statistics that were derived a few months ago from weather satellites *at night* using 
data from the last 20 years. Note that the cloud cover statistics in daytime conditions 
are often different, and be especially aware of local foggy conditions.  
The first map is for south Europe and part of Asia, corresponding to statistics of cloud
coverage in the complete month of December for the last 20 years. 
The other map is a zoomed view of the Iberian Peninsula and specific for December 12th 
in the last 20 years. The maps include contour levels and the color scale is 
brownish-red for the less cloudy locations whereas it is blue for the poorest
locations. The lowest cloud coverage values are around 0.3 (30%). The
Leona shadow path is superimposed in the maps. The Iberian Peninsula
and Ibiza and other mediterranean regions enjoy the best statistics
and another advantage of the Iberian peninsula is the fact that it is
a large area and there is a big highway that quickly connects the
East-West locations. Even though Alicante and Murcia are probably the
most favored locations in Spain in terms of weather and Alicante has a
good airport it may make more sense to stay near Seville, Cordoba or
other more central locations and be mobile with a rented car or by any
other means. This is the advice I have been giving to those who asked
me. However, I strongly recommend not to focus completely on the
Iberian peninsula as a cloud front might come and ruin almost all
sites. So numerous observations in Italy, Greece and other countries
are encouraged too. But note that if you travel to an island or a
place where you have very low mobility, your chances of success are
smaller. I am trying to arrange logistics at Alicante University and
maybe at Seville University so that at least a rehearsal exercise and
some coordination can be carried out in their campuses.

Jay Anderson has provided the following for the expected cloud cover 
in Mexico and Florida:

Here is a map of average December nighttime cloud cover over the US part 
of the track based on 2000-2020 data; note that for it, blue good and 
orange is bad, the opposite of the color coding of the European maps. 
I can make up others to cover the eastern part of the track if you like. 
Numerical models do not go out to the date of the occultation, but some 
long-range ensembles go that far and provide a few hints. The GEFS 
(available on the College of DuPage site ( shows that 
the jet stream is well north of Florida on Dec 12, a position that enhances 
the possibility of good weather. Two week forecasts aren't particularly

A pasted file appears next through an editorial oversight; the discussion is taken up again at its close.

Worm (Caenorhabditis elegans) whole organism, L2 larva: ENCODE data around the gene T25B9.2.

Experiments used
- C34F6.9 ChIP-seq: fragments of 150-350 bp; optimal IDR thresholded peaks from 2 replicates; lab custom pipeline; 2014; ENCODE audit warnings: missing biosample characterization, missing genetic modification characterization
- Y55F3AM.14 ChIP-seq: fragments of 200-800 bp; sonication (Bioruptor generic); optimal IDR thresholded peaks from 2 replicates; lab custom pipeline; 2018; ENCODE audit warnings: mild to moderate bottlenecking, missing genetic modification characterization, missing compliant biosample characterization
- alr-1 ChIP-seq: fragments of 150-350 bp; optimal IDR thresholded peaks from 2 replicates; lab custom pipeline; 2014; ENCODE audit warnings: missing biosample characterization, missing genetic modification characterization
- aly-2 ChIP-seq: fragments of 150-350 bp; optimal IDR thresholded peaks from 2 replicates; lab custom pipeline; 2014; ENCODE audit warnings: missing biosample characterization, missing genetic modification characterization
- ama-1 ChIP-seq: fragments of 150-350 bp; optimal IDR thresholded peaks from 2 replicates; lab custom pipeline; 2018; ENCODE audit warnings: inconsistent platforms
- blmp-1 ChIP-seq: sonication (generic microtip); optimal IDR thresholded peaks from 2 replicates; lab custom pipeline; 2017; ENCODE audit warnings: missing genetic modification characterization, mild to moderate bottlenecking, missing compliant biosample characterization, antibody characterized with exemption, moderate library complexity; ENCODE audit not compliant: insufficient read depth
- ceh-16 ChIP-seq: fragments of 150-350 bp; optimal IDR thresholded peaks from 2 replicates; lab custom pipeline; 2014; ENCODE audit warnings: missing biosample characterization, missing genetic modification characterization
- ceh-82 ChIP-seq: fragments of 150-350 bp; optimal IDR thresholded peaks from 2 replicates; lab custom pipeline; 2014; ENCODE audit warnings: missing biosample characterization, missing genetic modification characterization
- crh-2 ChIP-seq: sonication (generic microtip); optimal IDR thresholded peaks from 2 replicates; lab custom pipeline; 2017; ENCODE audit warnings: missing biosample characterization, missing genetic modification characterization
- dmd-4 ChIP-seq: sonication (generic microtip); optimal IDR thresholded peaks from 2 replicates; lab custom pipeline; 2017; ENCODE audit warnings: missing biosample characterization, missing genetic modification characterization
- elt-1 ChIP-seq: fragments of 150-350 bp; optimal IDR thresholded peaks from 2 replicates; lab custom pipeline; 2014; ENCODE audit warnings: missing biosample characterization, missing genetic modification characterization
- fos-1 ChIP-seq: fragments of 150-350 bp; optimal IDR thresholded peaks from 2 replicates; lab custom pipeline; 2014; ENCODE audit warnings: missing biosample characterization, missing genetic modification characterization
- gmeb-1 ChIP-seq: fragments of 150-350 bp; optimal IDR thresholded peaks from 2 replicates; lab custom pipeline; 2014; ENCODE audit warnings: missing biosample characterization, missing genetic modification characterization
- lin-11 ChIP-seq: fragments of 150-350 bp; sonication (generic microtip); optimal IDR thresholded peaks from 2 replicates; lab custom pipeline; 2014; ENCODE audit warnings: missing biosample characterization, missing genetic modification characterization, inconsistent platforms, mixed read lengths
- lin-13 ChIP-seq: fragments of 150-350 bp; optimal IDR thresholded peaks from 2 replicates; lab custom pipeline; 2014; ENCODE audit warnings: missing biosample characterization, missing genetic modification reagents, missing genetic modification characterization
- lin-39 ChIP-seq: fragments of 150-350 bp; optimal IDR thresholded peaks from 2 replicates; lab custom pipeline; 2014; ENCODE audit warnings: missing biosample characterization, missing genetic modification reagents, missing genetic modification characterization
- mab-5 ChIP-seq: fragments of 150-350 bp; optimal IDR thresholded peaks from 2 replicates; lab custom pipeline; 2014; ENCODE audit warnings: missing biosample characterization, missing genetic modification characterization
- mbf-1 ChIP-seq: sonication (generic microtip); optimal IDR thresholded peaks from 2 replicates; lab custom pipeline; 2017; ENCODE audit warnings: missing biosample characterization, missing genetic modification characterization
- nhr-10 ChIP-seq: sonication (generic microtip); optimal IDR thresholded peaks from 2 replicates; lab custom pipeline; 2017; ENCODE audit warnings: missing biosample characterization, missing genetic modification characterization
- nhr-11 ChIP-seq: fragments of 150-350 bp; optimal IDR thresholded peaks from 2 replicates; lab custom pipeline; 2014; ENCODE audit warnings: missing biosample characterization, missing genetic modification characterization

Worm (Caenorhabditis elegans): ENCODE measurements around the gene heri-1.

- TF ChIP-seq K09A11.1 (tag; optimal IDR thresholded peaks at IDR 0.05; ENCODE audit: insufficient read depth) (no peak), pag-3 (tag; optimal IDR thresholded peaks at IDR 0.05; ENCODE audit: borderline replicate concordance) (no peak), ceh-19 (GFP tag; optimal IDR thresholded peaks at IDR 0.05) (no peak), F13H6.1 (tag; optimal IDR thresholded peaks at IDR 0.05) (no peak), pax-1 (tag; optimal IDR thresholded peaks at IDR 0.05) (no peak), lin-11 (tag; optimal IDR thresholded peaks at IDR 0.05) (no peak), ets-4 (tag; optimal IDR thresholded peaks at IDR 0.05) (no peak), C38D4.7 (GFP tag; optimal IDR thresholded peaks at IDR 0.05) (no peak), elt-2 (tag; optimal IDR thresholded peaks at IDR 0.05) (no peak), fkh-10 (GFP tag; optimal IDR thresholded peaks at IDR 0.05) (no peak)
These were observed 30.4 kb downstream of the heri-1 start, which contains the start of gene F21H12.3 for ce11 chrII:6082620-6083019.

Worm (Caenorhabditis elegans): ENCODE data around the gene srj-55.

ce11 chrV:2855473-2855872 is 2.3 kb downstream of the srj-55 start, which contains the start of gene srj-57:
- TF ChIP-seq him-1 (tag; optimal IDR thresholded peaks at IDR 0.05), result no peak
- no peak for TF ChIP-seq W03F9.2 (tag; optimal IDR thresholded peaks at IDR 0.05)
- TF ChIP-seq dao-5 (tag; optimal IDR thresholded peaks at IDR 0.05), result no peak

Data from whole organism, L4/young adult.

reliable, but the upper-level flow is slightly more predictable than the 
surface weather. This is at least an indication that 
Florida might be OK. Regular forecasts should be able to give good advice 
about 5 days out. Use the models available in, particularly the ECMWF. 
Watch them for a few days to see if the forecasts stabilize from day to day.
_ _ _

The earlier information below has been largely superseded by the above information.

European astronomers are organizing for the occultation of Betelgeuse by Leona 
on December 12; before then, observations of both objects are sought, especially 
light curve observations of the slow-rotating (319) Leona (period about 18 days) 
and of occultations of other stars by Leona, to get better information (the 
current data are very sparse) about the asteroid's size and shape. Astronomers 
at Paris Observatory and IOTA-ES have set up a special Web page
about the event, and the observations needed beforehand. The Web page is in French;
your browser probably has an option to translate it into your language, but if not, 
this .pdf version of it is machine-translated into English. It includes small maps 
and links to Lucky Star prediction pages for several occultations by Leona that 
will occur before (and a few after) December 12.

Also, David gave a presentation about the occultation and the work needed 
for it at the 2023 IOTA meeting last weekend; 
if you missed the meeting, or want to re-live parts of it, Ted Blank has posted 
YouTube recordings of all of the presentations. The IOTA meeting page
also has links set up for each of the presentations to get their PPT or PDF files.
The European Web site has more inforation than I gave, but in my presentation, I 
noted an occultation by Leona in the southeastern USA on Aug. 27 UT that's not in 
the European information; the Occult map for it is on slide 15 of my presentation. 
Unfortunately, the event could not be observed.

Before the IOTA meeting, we had a productive Round Table discussion by Zoom, 
organized by IOTA-ES (European Section) on June 4; much of the discussion was 
about the Dec. 12th occultation, and preparations for it. An article about the 
Round Table is on pages 18 and 19 of the 2023-3 issue of Journal for 
Occultation Astronomy (JOA), a free download from this IOTA-ES Web site. 
As noted in the JOA article, the Round Tables will be held every two months, with 
the next one scheduled to start on August 6 at 18:00 UT (= 14:00 EDT); the Zoom 
link will be sent to IOTA-ES and IOTA members a few days in advance.

Return to the special main-belt occultations page.

David and Joan Dunham, 2023 Nov. 28; updated 2023 Dec. 9 and 10, 16h UT; and 11, 7h and 22h UT.
cell phone:  301-526-5590